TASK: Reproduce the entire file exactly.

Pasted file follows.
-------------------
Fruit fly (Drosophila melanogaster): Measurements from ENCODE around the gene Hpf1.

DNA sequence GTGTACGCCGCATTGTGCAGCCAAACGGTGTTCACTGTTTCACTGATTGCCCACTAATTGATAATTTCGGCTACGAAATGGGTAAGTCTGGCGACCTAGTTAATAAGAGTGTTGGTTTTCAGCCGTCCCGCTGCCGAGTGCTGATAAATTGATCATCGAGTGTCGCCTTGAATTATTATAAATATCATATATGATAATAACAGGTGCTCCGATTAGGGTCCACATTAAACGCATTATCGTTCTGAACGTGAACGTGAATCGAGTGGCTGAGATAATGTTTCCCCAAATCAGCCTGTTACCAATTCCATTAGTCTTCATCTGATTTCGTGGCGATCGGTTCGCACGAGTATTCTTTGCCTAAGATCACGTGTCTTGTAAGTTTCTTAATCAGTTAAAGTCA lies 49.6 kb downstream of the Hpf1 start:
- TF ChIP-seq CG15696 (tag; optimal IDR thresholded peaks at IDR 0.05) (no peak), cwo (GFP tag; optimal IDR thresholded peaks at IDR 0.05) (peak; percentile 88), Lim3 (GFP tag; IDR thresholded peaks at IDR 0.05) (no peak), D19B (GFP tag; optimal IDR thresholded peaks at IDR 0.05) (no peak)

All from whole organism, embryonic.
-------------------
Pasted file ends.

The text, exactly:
Fruit fly (Drosophila melanogaster): Measurements from ENCODE around the gene Hpf1.

DNA sequence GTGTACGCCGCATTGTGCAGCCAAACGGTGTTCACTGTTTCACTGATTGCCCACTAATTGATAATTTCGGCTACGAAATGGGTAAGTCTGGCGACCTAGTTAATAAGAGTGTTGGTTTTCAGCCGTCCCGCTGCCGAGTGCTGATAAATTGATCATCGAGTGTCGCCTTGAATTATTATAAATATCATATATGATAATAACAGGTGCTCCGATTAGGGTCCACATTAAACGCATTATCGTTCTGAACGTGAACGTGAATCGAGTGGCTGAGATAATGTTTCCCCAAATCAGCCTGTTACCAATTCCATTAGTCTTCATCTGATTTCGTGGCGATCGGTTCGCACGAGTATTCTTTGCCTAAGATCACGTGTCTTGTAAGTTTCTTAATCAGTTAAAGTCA lies 49.6 kb downstream of the Hpf1 start:
- TF ChIP-seq CG15696 (tag; optimal IDR thresholded peaks at IDR 0.05) (no peak), cwo (GFP tag; optimal IDR thresholded peaks at IDR 0.05) (peak; percentile 88), Lim3 (GFP tag; IDR thresholded peaks at IDR 0.05) (no peak), D19B (GFP tag; optimal IDR thresholded peaks at IDR 0.05) (no peak)

All from whole organism, embryonic.